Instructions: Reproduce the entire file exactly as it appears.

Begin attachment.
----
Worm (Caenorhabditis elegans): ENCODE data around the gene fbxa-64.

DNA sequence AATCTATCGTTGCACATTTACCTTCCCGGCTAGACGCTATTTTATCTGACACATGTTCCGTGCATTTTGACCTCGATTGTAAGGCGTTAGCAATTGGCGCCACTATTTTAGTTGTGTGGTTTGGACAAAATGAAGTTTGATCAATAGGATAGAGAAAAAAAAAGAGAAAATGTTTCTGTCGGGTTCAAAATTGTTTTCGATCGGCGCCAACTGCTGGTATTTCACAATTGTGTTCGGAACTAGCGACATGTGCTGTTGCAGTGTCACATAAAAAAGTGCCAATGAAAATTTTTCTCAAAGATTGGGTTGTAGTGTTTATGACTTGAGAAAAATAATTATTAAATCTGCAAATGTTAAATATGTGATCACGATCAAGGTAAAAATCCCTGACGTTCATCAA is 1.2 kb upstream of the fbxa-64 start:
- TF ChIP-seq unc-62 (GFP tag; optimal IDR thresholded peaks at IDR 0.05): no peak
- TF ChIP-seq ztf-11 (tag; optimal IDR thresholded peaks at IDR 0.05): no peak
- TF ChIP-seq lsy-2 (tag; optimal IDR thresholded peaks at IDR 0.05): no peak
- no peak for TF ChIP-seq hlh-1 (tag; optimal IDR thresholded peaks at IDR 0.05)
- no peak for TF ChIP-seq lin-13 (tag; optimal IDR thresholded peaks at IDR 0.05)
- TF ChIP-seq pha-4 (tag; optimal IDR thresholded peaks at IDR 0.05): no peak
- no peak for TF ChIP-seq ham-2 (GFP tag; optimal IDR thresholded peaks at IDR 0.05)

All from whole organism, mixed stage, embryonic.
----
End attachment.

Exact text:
Worm (Caenorhabditis elegans): ENCODE data around the gene fbxa-64.

DNA sequence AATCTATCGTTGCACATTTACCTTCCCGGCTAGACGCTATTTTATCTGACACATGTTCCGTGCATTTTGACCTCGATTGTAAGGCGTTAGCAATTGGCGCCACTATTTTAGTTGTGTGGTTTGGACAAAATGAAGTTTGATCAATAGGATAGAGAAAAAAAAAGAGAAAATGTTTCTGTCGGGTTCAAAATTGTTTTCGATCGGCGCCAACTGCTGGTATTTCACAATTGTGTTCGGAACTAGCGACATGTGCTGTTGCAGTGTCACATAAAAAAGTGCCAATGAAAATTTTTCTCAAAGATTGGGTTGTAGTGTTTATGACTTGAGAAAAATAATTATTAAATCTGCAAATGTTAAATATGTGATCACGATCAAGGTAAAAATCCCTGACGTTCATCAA is 1.2 kb upstream of the fbxa-64 start:
- TF ChIP-seq unc-62 (GFP tag; optimal IDR thresholded peaks at IDR 0.05): no peak
- TF ChIP-seq ztf-11 (tag; optimal IDR thresholded peaks at IDR 0.05): no peak
- TF ChIP-seq lsy-2 (tag; optimal IDR thresholded peaks at IDR 0.05): no peak
- no peak for TF ChIP-seq hlh-1 (tag; optimal IDR thresholded peaks at IDR 0.05)
- no peak for TF ChIP-seq lin-13 (tag; optimal IDR thresholded peaks at IDR 0.05)
- TF ChIP-seq pha-4 (tag; optimal IDR thresholded peaks at IDR 0.05): no peak
- no peak for TF ChIP-seq ham-2 (GFP tag; optimal IDR thresholded peaks at IDR 0.05)

All from whole organism, mixed stage, embryonic.